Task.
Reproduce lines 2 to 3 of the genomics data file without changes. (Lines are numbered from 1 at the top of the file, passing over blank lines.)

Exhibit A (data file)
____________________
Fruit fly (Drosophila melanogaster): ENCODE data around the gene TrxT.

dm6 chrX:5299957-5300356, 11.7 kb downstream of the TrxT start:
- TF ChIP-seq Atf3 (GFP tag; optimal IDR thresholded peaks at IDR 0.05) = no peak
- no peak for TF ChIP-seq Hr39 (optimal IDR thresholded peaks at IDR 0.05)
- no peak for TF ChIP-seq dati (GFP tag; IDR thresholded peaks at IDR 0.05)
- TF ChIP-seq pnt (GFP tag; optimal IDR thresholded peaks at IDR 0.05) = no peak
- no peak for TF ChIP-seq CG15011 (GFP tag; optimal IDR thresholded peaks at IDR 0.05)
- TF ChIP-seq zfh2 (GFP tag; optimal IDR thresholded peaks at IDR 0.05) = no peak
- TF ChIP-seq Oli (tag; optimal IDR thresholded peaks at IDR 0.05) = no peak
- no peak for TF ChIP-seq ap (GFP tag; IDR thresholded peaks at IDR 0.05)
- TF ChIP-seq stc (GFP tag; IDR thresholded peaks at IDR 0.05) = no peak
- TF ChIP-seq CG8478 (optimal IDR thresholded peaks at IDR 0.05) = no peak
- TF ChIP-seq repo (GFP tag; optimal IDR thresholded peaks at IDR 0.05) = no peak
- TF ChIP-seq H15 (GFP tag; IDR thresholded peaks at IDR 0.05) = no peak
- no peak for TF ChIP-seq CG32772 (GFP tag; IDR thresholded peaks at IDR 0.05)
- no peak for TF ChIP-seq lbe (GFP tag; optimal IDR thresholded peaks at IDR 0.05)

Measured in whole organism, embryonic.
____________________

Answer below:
dm6 chrX:5299957-5300356, 11.7 kb downstream of the TrxT start:
- TF ChIP-seq Atf3 (GFP tag; optimal IDR thresholded peaks at IDR 0.05) = no peak